SNL's Jeff Bridges Episode: 5 Best Scenes

>[An exceedingly mellow Jeff Bridges presided over this week's episode, featuring joint musical performances by Eminem and Lil Wayne, and a visit from Cookie Monster (presumably spurred by the recent "Cookie Monster should host Saturday Night Live" Facebook campaign).]

Some highlights...

Cold Open: New Year, New Hope—democrats dream of better headlines for 2011 ("John McCain Unveiled as a Muslim!"...):

Under-underground Records invites you to "Crunkmas Karnival" at the Metrodome, (featuring "bands that will make Santa puke," a mayonanaise fight with C. Everett Koop, "wack-ass junk for immigrants," and more...)

Julian Assange (Bill Hader) congratulates Time magazine on its selection of Mark Zuckerberg as Person of the Year. ("I give you private information on corporations for free, and I'm a villain. Mark Zuckerberg gives your private information to corporations for money, and he's man of the year"...):

Turner Classic Movies presents "This You Call a Wonderful Life?"—the original Hanukkah-themed version of the Jimmy Stewart holiday favorite. (Also, "A Mitzvah on West 84th St."):

Digital Short: "I Just Had Sex," featuring Akon, and cameos by Blake Lively, Jessica Alba, and John McEnroe:

Also: Snooki, Stefon, and Governor David Paterson drop by Weekend Update to sing "O Christmas Tree"; a holiday message from the Kardashian sisters— ("To all our friends, 'Merry Christmas'; to all our agents and managers, 'Happy Hanukkah'; and to all our boyfriends, 'Have a great Kwanzaa!'...).

NEXT, ON JANUARY 8: Jim Carrey, with musical guest The Black Keys.

Presented by

Sage Stossel is a contributing editor at The Atlantic and draws the cartoon feature "Sage, Ink." She is author/illustrator of the graphic novel Starling, and of the children's books  On the Loose in Boston and On the Loose in Washington, DC. More

On Election Day in 1996, launched a weekly editorial cartoon feature drawn by Sage Stossel and named (aptly enough) "Sage, Ink." Since then, Stossel's whimsical work has been featured by the New York Times Week in Review, CNN Headline News, Cartoon Arts International/The New York Times Syndicate, The Boston Globe, Nieman Reports, Editorial Humor, The Provincetown Banner (for which she received a 2009 New England Press Association Award), and elsewhere. Her work has also been included in Best Editorial Cartoons of the Year, (2005, 2006, 2009, and 2010 editions) and Attack of the Political Cartoonists. Her children's book, On the Loose in Boston, was published in June 2009.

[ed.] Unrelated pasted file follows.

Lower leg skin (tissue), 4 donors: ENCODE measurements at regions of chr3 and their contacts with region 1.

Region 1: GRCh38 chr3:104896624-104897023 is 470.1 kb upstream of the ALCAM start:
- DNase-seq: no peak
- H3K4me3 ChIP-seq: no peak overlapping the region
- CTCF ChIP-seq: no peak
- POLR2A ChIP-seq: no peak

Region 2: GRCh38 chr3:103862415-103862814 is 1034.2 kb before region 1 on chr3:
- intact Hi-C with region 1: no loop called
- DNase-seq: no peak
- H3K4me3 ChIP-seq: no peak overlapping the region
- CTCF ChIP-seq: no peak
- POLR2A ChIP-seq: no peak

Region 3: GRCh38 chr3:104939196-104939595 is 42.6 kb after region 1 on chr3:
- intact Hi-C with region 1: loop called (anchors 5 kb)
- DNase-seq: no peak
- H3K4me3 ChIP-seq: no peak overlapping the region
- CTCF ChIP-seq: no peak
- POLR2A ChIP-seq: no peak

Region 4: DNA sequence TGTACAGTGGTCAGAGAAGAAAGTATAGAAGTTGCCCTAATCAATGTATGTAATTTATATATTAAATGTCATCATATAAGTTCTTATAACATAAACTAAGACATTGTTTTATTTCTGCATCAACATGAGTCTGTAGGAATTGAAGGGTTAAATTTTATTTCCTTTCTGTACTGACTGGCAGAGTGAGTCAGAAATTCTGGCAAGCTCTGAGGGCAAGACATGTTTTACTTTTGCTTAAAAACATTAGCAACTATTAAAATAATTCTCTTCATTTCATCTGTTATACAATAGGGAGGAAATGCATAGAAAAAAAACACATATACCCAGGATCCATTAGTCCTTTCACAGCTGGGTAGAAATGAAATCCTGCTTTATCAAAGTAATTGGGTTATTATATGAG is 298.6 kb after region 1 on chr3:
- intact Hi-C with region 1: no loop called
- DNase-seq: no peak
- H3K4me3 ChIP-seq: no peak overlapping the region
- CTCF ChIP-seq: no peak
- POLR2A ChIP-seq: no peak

Sage Stossel grew up in a suburb of Boston and attended Harvard University, where she majored in English and American Literature and Languages and did a weekly cartoon strip about college life, called "Jody," for the Harvard Crimson. From 2004 to 2007, she served as Books Editor of the Radcliffe Quarterly

After college she took what was intended to be a temporary summer position securing electronic rights to articles from The Atlantic's archive for use online. Intrigued by The Atlantic's rich history and the creative possibilities in helping to launch a digital edition of the magazine on the Web, she soon joined The Atlantic full time. As the site's former executive editor, she was involved in everything from contributing reviews, author interviews, and illustrations, to hosting message boards and producing a digital edition of The Atlantic for the Web.

Stossel lives in Cambridge, Massachusetts.

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